Contract disinformation, a shadow industry, is quietly on the rise

But they seem to be cheap. In countries that require transparency in campaign finance, companies report billing tens of thousands of dollars for campaigns that also include traditional consulting services.

The denial layer frees governments to sow disinformation more aggressively, at home and abroad, than would otherwise be worth the risk. Some contractors, when caught, claim that they acted without their clients’ knowledge or only to win future business.

The platforms have stepped up their efforts to root out coordinated disinformation. Analysts especially credit Facebook, which publishes detailed reports on the campaigns it interrupts.

Still, some argue that social media companies also play a role in worsening the threat. Algorithms and design elements that increase engagement, research findings, often privilege divisive and conspiratorial content.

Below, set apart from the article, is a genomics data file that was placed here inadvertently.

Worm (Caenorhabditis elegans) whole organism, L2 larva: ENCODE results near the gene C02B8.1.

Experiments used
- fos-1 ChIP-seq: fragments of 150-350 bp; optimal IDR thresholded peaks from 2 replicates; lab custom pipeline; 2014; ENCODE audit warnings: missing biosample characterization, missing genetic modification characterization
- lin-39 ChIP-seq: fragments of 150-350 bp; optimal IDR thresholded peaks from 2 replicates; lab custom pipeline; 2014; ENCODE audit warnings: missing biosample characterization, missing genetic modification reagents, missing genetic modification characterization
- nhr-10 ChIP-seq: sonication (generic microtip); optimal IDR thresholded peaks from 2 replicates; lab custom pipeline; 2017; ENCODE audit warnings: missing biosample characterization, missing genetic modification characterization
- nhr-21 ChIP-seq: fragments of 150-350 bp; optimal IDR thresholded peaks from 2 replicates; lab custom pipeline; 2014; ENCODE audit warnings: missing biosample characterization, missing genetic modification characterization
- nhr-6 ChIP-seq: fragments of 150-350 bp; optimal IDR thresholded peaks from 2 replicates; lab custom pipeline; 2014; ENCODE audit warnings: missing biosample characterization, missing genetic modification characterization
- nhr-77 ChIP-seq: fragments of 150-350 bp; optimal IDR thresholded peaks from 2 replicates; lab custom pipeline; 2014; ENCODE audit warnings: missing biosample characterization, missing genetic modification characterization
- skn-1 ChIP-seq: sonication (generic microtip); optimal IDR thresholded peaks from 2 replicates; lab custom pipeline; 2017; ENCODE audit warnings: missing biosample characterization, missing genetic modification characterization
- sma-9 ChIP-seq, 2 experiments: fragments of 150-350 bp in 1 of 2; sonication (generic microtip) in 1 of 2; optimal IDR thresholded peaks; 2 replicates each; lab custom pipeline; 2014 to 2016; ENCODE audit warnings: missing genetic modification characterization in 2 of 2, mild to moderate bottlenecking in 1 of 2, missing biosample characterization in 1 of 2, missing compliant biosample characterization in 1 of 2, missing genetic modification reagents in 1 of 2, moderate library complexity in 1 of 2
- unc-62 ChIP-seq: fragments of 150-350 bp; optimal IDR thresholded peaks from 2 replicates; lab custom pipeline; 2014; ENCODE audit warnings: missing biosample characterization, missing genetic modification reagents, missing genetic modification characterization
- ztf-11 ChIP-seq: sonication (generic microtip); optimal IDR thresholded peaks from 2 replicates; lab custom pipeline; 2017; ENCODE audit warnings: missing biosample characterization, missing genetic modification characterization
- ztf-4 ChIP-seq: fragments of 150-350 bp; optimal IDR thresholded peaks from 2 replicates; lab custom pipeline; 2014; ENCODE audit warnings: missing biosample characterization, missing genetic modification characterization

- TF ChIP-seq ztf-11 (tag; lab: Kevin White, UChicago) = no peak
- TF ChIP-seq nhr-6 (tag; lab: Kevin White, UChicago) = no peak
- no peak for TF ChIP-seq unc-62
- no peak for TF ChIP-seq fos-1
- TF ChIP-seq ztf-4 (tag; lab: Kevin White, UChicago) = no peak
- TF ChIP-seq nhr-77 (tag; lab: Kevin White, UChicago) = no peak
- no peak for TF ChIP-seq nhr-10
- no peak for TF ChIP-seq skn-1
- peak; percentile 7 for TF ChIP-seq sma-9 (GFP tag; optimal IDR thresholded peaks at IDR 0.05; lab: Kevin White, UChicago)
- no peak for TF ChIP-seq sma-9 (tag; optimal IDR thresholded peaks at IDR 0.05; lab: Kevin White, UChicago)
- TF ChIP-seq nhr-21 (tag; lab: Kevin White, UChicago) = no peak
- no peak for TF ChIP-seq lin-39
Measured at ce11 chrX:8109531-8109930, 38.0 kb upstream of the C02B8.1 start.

The political norms have also changed. A generation of populist leaders, like Rodrigo Duterte from the Philippines, has grown up in part through the manipulation of social media. Once in office, many institutionalize these methods as foreign relations and governance tools.

In India, dozens of government-run Twitter accounts have shared posts from India Vs Disinformation, a website, and a set of social networks purporting to verify news stories about India.

India Vs Disinformation is actually the product of a Canadian communications company called Press Monitor.

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